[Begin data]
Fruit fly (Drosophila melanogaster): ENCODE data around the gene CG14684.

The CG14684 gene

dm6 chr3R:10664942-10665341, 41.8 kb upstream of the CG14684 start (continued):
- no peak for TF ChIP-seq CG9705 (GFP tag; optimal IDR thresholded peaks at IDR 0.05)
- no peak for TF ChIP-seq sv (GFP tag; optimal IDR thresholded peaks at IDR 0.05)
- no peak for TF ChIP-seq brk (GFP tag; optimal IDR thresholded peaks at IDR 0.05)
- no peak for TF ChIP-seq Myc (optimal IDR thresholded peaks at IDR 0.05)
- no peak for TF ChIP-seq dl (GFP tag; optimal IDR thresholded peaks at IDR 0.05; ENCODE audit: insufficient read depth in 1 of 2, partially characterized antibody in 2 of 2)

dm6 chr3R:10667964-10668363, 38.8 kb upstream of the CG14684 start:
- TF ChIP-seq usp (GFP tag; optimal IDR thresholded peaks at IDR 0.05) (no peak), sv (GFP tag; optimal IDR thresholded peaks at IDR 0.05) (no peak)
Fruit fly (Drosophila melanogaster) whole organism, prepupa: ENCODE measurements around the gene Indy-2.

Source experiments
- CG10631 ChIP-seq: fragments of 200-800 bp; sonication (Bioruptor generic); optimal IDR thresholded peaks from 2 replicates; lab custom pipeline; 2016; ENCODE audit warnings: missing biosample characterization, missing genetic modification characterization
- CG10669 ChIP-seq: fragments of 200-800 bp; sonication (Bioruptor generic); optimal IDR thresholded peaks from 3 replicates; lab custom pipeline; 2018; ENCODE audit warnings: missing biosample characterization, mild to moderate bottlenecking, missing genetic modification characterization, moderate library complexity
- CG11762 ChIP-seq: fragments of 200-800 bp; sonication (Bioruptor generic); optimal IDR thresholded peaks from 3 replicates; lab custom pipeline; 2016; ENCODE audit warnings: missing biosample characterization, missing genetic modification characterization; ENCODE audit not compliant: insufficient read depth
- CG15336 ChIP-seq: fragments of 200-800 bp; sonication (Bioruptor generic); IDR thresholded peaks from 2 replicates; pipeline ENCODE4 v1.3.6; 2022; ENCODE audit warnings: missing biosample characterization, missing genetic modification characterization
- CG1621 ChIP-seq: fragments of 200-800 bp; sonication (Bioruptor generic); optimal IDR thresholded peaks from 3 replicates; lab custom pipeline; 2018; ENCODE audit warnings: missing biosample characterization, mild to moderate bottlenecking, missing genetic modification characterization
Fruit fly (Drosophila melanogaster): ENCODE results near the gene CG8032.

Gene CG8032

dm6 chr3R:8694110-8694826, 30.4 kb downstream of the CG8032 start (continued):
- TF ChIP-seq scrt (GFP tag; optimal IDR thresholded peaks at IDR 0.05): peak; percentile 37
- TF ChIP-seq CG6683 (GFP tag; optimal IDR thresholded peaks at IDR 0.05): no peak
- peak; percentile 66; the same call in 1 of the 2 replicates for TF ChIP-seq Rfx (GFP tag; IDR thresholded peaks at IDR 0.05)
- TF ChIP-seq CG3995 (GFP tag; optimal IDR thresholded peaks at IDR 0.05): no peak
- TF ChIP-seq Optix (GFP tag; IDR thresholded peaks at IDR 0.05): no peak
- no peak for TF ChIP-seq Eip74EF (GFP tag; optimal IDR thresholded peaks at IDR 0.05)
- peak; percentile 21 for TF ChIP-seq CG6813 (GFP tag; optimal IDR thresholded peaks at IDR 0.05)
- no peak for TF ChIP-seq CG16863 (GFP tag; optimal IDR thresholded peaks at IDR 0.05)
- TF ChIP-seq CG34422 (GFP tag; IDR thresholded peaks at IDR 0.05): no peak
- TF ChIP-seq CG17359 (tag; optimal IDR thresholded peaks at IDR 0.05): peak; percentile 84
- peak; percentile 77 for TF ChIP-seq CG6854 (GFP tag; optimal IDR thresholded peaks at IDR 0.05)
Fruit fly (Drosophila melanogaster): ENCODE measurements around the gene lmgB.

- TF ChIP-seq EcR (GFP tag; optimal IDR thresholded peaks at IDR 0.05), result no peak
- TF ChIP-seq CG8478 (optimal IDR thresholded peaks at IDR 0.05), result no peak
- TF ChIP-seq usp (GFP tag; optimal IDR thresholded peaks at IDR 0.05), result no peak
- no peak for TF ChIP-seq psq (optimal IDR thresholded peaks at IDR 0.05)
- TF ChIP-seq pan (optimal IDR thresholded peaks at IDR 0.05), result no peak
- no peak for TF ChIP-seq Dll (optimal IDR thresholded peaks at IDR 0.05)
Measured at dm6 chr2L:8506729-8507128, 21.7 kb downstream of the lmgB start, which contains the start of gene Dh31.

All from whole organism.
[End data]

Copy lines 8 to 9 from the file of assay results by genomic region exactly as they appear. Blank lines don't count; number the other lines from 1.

- no peak for TF ChIP-seq dl (GFP tag; optimal IDR thresholded peaks at IDR 0.05; ENCODE audit: insufficient read depth in 1 of 2, partially characterized antibody in 2 of 2)

dm6 chr3R:10667964-10668363, 38.8 kb upstream of the CG14684 start: